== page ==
Jens Lekman has been quoted as saying that he prefers not to release whole albums but rather spend his time crafting individual songs. I have been quoted (in this review, natch) as saying more power to him. If Jens wants to keep making such perfect little pop gems, I for one will be here to listen to them for a long time to come.
Anyway, like his previous record, When I Said I Wanted to Be Your Dog, Oh You're So Silent Jens is actually a compilation of sorts, though you'd never guess it from the track arrangement. Until the very end of the album, when we are treated with a few hard-to-find tracks, everything feels perfectly put together. The opening trifecta of "Sky Phenomenon," "Pocketful of Money," and "Black Cab" all prove a more than passing knowledge of carefully arranged, polished, and joyful pop, and "Rocky Dennis' Farewell Song" has wonderful drums, string arrangements, and piano flourishes.
Above all, Jens' voice is great, uniformly compelling, with an honesty and depth of observation that seems astonishing in such a young guy. Even in mentioning Mark E. Smith in a song or sampling Calvin Johnson, what comes across is not the wit of the lyric, but the sense of a glimpse into another life. What might at first seem like novelty (the aforementioned Calvin sample, the song "I Saw Her at the Anti War Demonstration") somehow instead bridges the distance between listener and musician, effortlessly.
Also, it's funny, which is amazing. It seems like a rare thing for wit to really work well in an album. Something about the repetitive nature of listening to music makes most "funny music" stale so quickly that it's not even worth listening at all. Maybe it's something about living overseas. The British did it fantastically well, but after all they had that music hall tradition to rely on. My own theory has to do with language. It seems to me that when you make observations in a foreign tongue, you're forced to be far more careful about what you say and how you say it. People like Björk or The Kinks (admittedly two very different kinds of foreign) have adapted English pop music to their own needs and ended up with very real innovations. In Jens' case, the careful phrasing of his stories really strikes you with its biographical approach. Needless to say, Oh You're So Silent Jens hides a great deal of pain inside its failed parties, social awkwardness, Vegan pancakes, and spilled beer.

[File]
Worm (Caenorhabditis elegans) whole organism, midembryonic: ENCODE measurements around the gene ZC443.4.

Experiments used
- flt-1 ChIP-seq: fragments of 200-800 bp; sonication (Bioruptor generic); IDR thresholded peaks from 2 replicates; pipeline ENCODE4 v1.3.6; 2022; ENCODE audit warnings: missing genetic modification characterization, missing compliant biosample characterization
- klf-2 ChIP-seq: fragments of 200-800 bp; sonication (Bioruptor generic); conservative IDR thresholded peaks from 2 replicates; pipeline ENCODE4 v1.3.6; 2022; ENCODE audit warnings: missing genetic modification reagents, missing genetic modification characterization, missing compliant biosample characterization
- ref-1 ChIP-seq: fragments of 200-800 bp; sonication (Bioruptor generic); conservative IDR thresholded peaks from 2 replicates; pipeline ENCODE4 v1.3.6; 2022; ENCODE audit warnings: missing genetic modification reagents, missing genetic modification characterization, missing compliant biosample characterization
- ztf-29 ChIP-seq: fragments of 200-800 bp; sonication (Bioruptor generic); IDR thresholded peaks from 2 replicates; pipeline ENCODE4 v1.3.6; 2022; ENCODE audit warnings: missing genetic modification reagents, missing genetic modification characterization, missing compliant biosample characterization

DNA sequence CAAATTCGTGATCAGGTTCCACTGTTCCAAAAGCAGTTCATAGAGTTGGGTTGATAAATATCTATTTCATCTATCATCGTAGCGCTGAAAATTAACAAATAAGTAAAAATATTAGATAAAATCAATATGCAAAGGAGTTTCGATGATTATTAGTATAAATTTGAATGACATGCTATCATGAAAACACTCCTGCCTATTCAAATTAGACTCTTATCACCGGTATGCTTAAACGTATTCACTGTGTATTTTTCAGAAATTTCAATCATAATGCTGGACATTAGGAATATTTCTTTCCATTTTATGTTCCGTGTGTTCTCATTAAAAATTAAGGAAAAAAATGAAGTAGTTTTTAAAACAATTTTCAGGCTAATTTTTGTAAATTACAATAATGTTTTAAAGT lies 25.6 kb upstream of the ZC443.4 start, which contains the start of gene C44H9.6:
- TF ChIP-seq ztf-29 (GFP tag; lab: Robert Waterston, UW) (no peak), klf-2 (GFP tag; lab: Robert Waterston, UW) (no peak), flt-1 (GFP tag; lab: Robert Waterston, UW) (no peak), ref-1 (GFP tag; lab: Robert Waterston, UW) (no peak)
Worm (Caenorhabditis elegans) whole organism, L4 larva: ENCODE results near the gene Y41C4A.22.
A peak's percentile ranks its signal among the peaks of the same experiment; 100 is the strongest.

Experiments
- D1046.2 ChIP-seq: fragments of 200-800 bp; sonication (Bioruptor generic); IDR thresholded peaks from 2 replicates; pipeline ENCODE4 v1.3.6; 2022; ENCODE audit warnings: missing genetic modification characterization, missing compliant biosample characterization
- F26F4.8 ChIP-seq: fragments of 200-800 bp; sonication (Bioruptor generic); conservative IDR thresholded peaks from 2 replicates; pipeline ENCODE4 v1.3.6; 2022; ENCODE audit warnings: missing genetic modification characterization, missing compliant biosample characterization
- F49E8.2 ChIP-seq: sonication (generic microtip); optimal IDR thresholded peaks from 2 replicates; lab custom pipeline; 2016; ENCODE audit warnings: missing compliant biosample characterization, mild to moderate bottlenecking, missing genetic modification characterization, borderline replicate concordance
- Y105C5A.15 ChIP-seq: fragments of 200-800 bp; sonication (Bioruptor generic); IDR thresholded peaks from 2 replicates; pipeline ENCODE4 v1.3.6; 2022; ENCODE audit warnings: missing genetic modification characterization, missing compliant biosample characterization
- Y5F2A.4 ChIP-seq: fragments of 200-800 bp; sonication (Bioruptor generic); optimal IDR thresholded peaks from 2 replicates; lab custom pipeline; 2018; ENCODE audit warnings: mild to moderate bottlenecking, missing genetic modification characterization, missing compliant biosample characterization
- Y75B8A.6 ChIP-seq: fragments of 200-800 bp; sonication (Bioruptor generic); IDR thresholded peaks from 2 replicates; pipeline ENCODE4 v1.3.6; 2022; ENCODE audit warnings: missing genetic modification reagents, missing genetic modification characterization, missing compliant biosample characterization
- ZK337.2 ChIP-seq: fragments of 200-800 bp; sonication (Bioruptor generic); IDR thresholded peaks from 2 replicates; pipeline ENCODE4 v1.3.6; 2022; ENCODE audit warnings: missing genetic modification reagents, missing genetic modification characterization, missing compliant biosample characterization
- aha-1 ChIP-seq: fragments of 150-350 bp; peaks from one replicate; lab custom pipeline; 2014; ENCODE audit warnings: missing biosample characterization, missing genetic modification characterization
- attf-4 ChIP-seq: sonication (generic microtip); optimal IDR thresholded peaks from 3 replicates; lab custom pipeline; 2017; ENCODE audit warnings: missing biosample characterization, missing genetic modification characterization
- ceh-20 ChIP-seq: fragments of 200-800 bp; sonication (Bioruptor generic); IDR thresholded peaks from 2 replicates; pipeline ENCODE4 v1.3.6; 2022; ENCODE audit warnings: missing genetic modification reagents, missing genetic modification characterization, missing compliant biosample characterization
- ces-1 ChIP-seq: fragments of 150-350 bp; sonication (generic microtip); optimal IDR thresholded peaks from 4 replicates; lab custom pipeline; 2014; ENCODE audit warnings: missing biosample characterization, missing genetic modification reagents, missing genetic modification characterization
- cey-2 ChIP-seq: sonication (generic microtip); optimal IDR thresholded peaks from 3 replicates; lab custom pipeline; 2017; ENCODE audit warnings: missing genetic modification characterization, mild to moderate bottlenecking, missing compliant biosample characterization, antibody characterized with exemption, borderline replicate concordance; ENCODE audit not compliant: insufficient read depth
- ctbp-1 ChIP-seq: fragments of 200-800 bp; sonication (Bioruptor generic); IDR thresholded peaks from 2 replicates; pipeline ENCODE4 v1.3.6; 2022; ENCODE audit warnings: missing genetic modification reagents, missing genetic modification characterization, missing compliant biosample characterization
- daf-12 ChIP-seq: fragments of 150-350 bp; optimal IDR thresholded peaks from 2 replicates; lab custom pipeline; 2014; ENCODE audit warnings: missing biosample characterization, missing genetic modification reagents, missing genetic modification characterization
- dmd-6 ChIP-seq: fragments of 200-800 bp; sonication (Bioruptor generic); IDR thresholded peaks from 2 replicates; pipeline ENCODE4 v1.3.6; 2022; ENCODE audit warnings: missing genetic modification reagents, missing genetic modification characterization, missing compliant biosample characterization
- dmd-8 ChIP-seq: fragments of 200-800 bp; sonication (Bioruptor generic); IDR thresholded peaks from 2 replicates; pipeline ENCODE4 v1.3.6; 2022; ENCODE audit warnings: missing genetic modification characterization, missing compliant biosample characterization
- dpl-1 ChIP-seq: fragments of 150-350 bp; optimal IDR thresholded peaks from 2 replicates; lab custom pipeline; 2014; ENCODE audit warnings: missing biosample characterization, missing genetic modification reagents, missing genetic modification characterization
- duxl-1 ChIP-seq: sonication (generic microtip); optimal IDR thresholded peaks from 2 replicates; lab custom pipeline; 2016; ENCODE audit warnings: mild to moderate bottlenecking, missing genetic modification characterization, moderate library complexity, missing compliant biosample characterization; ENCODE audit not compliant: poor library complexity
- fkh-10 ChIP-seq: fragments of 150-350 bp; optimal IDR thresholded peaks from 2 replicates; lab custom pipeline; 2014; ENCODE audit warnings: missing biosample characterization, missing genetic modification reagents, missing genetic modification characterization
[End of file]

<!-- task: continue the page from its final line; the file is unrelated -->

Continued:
While a friend of mine handed me this album with the look of a believer in his eye, my own first impression was a kind of grudging respect. However, by the time I got to the more introspective suite of "Rocky Dennis" songs that make up the middle portion of the album, it was the utter confidence of the music that had really started to impress me. It's there in a willingness to try new things that seems unusual in a compilation of singles, and in the musical exploration that is so obviously progressing right in front of you.
There seems to be a new type of up-and-coming musician emerging, a breed of hard-working, earnest, adorable young men doing basically their own thing, in their own room. There is just something so appealing about such guileless, honest music, music that sounds like it was easily made, and that makes it look so easy to do. Jens Lekman is a nice guy; he makes nice music for nice people. You should listen to him sometime.
1. At the Dept. of Forgotten Songs
2. Maple Leaves [EP Version]
3. Sky Phenomenon
4. Pocketful of Money
5. Black Cab
6. Someone to Share My Life With
7. Rocky Dennis' Farewell Song
8. Rocky Dennis in Heaven
9. Jens Lekman's Farewell Song to Rocky Dennis
10. Julie [Remix]
11. I Saw Her in the Anti War Demonstration
12. Sweet Summer's Night on Hammer Hill
13. Man Walks into a Bar
14. Another Sweet Summer's Night on Hammer Hill
16. Wrong Hands
17. Maple Leaves [7" Version]